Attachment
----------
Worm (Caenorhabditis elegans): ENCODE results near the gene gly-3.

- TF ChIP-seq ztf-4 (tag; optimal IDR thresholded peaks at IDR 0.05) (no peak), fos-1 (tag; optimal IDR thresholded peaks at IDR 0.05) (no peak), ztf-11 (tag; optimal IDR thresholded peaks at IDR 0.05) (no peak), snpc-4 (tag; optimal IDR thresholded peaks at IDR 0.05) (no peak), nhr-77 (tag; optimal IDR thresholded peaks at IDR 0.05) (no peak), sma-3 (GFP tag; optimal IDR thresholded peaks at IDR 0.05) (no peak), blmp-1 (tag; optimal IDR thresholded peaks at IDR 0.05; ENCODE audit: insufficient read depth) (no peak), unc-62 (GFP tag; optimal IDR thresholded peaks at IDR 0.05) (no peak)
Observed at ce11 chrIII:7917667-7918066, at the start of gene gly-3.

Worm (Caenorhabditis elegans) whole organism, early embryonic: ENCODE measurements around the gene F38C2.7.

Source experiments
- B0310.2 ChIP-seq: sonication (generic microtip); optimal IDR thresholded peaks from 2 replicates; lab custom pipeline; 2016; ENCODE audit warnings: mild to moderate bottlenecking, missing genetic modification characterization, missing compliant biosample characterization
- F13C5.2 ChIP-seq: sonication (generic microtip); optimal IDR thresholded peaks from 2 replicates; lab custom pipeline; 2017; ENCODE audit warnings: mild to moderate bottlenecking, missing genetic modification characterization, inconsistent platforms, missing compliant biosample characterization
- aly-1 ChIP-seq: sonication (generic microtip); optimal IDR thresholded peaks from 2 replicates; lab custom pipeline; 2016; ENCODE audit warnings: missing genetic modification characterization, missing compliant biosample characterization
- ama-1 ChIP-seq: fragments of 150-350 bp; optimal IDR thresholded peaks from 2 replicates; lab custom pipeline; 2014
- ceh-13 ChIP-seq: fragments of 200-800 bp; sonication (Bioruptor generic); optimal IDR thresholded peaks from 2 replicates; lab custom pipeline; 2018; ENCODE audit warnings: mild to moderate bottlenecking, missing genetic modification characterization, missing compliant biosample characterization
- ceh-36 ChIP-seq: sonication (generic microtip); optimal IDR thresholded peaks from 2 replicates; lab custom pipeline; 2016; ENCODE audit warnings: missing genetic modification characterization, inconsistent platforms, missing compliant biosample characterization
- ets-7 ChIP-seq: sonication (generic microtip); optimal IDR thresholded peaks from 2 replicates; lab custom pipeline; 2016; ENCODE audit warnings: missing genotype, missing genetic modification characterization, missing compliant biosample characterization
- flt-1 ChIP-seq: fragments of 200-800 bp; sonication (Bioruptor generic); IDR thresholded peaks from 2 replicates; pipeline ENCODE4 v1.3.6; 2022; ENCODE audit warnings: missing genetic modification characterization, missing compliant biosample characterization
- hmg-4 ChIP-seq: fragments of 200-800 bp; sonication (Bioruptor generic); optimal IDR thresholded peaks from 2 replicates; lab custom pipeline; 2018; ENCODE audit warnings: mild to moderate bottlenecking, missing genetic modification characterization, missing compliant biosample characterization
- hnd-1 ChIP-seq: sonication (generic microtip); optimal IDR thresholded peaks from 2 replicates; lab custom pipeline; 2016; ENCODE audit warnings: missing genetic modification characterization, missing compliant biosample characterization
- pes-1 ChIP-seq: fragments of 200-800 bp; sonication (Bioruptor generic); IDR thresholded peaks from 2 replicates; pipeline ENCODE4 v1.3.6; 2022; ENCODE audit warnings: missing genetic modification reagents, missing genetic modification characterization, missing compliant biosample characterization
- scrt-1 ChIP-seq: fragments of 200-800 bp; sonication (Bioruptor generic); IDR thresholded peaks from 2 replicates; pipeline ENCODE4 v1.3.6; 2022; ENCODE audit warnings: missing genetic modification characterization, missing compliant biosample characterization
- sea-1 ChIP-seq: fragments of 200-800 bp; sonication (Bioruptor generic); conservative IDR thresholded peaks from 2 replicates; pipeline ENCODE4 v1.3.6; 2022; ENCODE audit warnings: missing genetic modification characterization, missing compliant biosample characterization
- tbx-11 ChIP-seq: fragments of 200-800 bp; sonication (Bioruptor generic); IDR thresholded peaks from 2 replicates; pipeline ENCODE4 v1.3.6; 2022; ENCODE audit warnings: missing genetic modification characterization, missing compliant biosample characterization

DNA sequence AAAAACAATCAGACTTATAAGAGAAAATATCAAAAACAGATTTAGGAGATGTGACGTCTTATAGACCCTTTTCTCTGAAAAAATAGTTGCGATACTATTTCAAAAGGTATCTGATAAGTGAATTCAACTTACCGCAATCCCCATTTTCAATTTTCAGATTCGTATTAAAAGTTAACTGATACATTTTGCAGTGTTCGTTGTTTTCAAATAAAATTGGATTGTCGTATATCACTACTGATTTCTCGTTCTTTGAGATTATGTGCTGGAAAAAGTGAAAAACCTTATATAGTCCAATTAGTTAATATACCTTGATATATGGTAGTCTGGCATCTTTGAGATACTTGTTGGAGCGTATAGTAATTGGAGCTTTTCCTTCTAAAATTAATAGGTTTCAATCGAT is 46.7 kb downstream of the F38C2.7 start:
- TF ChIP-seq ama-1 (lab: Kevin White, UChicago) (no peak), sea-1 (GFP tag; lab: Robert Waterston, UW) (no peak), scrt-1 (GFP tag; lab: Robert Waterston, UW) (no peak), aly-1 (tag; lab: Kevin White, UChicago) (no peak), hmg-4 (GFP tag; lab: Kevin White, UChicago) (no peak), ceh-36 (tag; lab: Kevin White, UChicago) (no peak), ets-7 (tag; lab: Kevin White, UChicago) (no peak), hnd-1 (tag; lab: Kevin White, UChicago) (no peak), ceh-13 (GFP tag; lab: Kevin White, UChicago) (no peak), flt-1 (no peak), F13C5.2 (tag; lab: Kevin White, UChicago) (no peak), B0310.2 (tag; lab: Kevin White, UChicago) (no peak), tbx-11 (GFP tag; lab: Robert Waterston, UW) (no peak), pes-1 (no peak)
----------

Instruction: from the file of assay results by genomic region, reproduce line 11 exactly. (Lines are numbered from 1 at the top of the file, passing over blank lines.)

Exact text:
- ceh-36 ChIP-seq: sonication (generic microtip); optimal IDR thresholded peaks from 2 replicates; lab custom pipeline; 2016; ENCODE audit warnings: missing genetic modification characterization, inconsistent platforms, missing compliant biosample characterization